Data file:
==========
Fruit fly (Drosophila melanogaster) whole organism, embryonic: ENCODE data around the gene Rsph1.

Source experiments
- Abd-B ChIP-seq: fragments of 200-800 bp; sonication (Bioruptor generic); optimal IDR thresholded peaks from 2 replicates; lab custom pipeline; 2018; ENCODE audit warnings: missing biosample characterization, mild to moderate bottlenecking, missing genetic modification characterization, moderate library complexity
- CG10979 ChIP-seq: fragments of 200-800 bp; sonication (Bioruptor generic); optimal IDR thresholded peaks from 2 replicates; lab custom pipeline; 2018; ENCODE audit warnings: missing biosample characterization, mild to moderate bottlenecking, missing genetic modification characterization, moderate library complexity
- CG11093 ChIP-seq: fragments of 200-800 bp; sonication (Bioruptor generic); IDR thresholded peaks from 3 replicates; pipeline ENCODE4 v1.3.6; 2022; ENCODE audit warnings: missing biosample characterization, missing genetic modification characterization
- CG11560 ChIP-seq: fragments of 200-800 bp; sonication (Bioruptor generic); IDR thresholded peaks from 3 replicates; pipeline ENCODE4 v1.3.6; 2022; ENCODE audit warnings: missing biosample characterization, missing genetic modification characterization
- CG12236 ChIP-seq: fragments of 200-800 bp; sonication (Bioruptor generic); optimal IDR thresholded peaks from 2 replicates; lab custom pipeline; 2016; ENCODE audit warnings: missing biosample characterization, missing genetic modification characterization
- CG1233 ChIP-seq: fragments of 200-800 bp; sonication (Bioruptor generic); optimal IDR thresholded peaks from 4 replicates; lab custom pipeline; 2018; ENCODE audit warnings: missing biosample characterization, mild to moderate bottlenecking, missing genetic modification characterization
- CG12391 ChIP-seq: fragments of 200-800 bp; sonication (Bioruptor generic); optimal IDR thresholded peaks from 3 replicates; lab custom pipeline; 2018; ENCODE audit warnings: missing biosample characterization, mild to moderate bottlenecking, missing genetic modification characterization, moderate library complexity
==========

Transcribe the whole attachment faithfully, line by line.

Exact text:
Fruit fly (Drosophila melanogaster) whole organism, embryonic: ENCODE data around the gene Rsph1.

Source experiments
- Abd-B ChIP-seq: fragments of 200-800 bp; sonication (Bioruptor generic); optimal IDR thresholded peaks from 2 replicates; lab custom pipeline; 2018; ENCODE audit warnings: missing biosample characterization, mild to moderate bottlenecking, missing genetic modification characterization, moderate library complexity
- CG10979 ChIP-seq: fragments of 200-800 bp; sonication (Bioruptor generic); optimal IDR thresholded peaks from 2 replicates; lab custom pipeline; 2018; ENCODE audit warnings: missing biosample characterization, mild to moderate bottlenecking, missing genetic modification characterization, moderate library complexity
- CG11093 ChIP-seq: fragments of 200-800 bp; sonication (Bioruptor generic); IDR thresholded peaks from 3 replicates; pipeline ENCODE4 v1.3.6; 2022; ENCODE audit warnings: missing biosample characterization, missing genetic modification characterization
- CG11560 ChIP-seq: fragments of 200-800 bp; sonication (Bioruptor generic); IDR thresholded peaks from 3 replicates; pipeline ENCODE4 v1.3.6; 2022; ENCODE audit warnings: missing biosample characterization, missing genetic modification characterization
- CG12236 ChIP-seq: fragments of 200-800 bp; sonication (Bioruptor generic); optimal IDR thresholded peaks from 2 replicates; lab custom pipeline; 2016; ENCODE audit warnings: missing biosample characterization, missing genetic modification characterization
- CG1233 ChIP-seq: fragments of 200-800 bp; sonication (Bioruptor generic); optimal IDR thresholded peaks from 4 replicates; lab custom pipeline; 2018; ENCODE audit warnings: missing biosample characterization, mild to moderate bottlenecking, missing genetic modification characterization
- CG12391 ChIP-seq: fragments of 200-800 bp; sonication (Bioruptor generic); optimal IDR thresholded peaks from 3 replicates; lab custom pipeline; 2018; ENCODE audit warnings: missing biosample characterization, mild to moderate bottlenecking, missing genetic modification characterization, moderate library complexity